I respect Kara Powell as much as any Christian leader in the USA. Today, there is an epidemic of kids struggling with mental health issues. No, it’s not easy being a kid today. I think Kara did her usual great job helping us with our kids’ mental health by asking the key questions. This is part two of a two-part series.
Worried About Your Teenagers’ Mental Health?
Thanks to both our research and time we’ve spent learning from amazing parents nationwide, we at the Fuller Youth Institute can offer you, me, and every other parent the following 7 conversation starters.
If you want to talk with your kids about mental health but you’re not sure where to start, we hope you’ll give one of these a try.
- On a scale of 1-10, with 10 being the worst, how would you rate your stress and anxiety right now? I love this question that was first suggested by Dr. Clint Daniels, one of the mental health professionals featured on our Faith in an Anxious World parent podcast. A rating of 1–3 is a normal level of anxiety we all experience from time to time, and a 4 or 5 is probably handleable. If your child rates their stress at a 6 or above, they probably need more help from you and likely also a trained professional (see more on how to connect with a trained professional below).
- As you look back at your day, when did you feel most anxious? This is a great question to ask at dinner or bedtime to stay in touch with the people, places, and times that leave your child the most stressed. Just make sure you also answer the question so you’re having a dialogue and not a one-sided interview.
- What close friend(s) can you talk to about your stress and anxiety? Pinpointing another kid in math class, on the soccer team, or in youth group who can be a confidant can help decrease your child’s stress and increase their confidence.
- If you were feeling really stressed or anxious, or maybe even thinking about hurting yourself, what caring adult (besides me) could you talk to? Asking this not only helps your child identify an adult they could go to, but also lets you signal behind-the-scenes to that adult that your child views them as a safe place.
- I would be anxious, too, if I was navigating what you are. What do you think might be your next best step? Lisa Damour wisely suggests that we pair our empathy with an increase in our kids’ agency by helping them identify at least one baby step they can take to move forward.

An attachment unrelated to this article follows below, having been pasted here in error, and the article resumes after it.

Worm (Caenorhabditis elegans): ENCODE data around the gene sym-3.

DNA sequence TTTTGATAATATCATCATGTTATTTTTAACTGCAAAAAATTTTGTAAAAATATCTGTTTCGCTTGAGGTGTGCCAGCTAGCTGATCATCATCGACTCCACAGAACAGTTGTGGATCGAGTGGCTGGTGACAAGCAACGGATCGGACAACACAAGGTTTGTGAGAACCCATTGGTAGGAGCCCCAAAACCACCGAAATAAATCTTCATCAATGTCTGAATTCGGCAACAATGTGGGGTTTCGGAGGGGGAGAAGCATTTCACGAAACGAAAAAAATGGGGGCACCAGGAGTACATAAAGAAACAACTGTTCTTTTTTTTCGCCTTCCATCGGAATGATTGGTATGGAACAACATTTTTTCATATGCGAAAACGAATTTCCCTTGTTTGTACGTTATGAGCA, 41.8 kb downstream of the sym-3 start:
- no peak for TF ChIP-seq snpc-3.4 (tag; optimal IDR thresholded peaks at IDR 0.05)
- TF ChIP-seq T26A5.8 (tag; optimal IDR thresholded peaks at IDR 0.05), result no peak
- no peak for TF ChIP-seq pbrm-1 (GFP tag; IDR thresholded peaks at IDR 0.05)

- What can I do to best support you right now? Let’s stop guessing what our kids need and ask them directly. If they are too overwhelmed to name any tangible response, perhaps we should name some possibilities (e.g., “I could keep sitting here with you…or maybe I could try to distract you…or we could take the dog for a walk or go to the kitchen and have dinner together”).
- The next time you feel anxious, what core truth or phrase about yourself or God would you like to remember? I just asked one of my kids this question last week when I knew they were headed into a stress-filled few days. Helping our child identify a meaningful Scripture passage, worship song, prayer, or mantra they can repeat to themselves can give them the peace they need.
I recommend you keep these 7 questions handy. Don’t ask all of them at once; try them one at a time until you figure out what works best for your stressed child or step-child.
What if conversation isn’t enough?
If you sense your child needs more than supportive conversation, start by training yourself to better recognize symptoms of stress and anxiety in your child. In general, experts tell us to first look out for the following:
- anything more intense or pronounced than usual for our kids (e.g., more or less sleeping or eating, mood swings),
- signs that they are having more trouble managing their emotions,
- struggles dealing with the tasks of everyday life (like homework or chores), and/or
- unhealthy coping strategies such as the use of alcohol, drugs, or self-harm
Second, get the support you and your family need. Mental health struggles are not a solo sport. You, your child, and your family need to develop a team of caring peers and adults who can listen and journey with you.
Third, be quick to encourage your child to see a professional therapist. The brain is an organ, and as with our heart and liver, the brain sometimes requires additional help to function properly. If you don’t know a therapist who would be available, contact a few churches or high schools for referrals or search for virtual teletherapy via services like betterhelp.com or talkspace.com.
Many medical insurance policies cover (some or all of) the expenses of mental health treatment, and some therapists charge on a sliding scale. Please don’t assume that professional help is beyond your budget without exploring some cost-effective possibilities.
Fourth, trust your gut. If you think your child needs help from someone beyond you, they probably do. If you think you need to talk to a pastor or mental health professional about what you’re seeing at home, you probably do.
When I ask audiences if they would prefer to be a teenager now, I don’t raise my hand either. It’s hard being a young person today. And it’s hard parenting young people today. But hopefully by becoming more aware of these blind spots and experimenting with these conversation starters, we can extend the hand that’s most needed to the young people we care about most.
If you’re worried about the safety of a teenager you know, contact the National Suicide Prevention Lifeline right away: 1-800-273-TALK or suicidepreventionlifeline.org
In addition, the Steve Fund Crisis Text Line is dedicated to the mental health and emotional well-being of students of color that can be reached by texting STEVE to 741-741 or visiting stevefund.org/crisistextline.
This article first appeared here.